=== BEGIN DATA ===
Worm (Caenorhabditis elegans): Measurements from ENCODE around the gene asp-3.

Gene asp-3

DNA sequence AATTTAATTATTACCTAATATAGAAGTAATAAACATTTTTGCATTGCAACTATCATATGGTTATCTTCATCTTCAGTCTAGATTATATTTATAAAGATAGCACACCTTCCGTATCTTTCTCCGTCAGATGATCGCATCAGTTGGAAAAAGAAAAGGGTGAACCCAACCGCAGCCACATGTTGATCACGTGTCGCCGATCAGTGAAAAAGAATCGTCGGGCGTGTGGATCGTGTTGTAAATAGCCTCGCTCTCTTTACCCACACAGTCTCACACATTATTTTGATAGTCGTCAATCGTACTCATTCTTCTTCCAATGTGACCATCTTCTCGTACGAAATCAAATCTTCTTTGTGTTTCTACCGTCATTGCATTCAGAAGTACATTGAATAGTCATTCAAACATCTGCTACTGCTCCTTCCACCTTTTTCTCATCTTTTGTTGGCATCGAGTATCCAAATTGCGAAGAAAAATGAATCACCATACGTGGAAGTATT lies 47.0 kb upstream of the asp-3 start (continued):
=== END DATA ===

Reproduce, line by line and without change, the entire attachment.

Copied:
Worm (Caenorhabditis elegans): Measurements from ENCODE around the gene asp-3.

Gene asp-3

DNA sequence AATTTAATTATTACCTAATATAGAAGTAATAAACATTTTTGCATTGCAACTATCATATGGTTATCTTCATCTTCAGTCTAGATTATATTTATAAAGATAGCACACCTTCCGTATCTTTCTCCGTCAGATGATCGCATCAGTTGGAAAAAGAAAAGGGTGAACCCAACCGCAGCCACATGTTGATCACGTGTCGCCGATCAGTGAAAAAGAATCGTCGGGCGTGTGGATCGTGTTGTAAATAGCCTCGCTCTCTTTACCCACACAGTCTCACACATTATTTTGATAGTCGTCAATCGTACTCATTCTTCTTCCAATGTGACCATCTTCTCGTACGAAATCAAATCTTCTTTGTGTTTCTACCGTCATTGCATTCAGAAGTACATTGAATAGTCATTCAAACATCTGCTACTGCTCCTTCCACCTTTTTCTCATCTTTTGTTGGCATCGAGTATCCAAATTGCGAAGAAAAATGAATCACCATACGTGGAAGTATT lies 47.0 kb upstream of the asp-3 start (continued):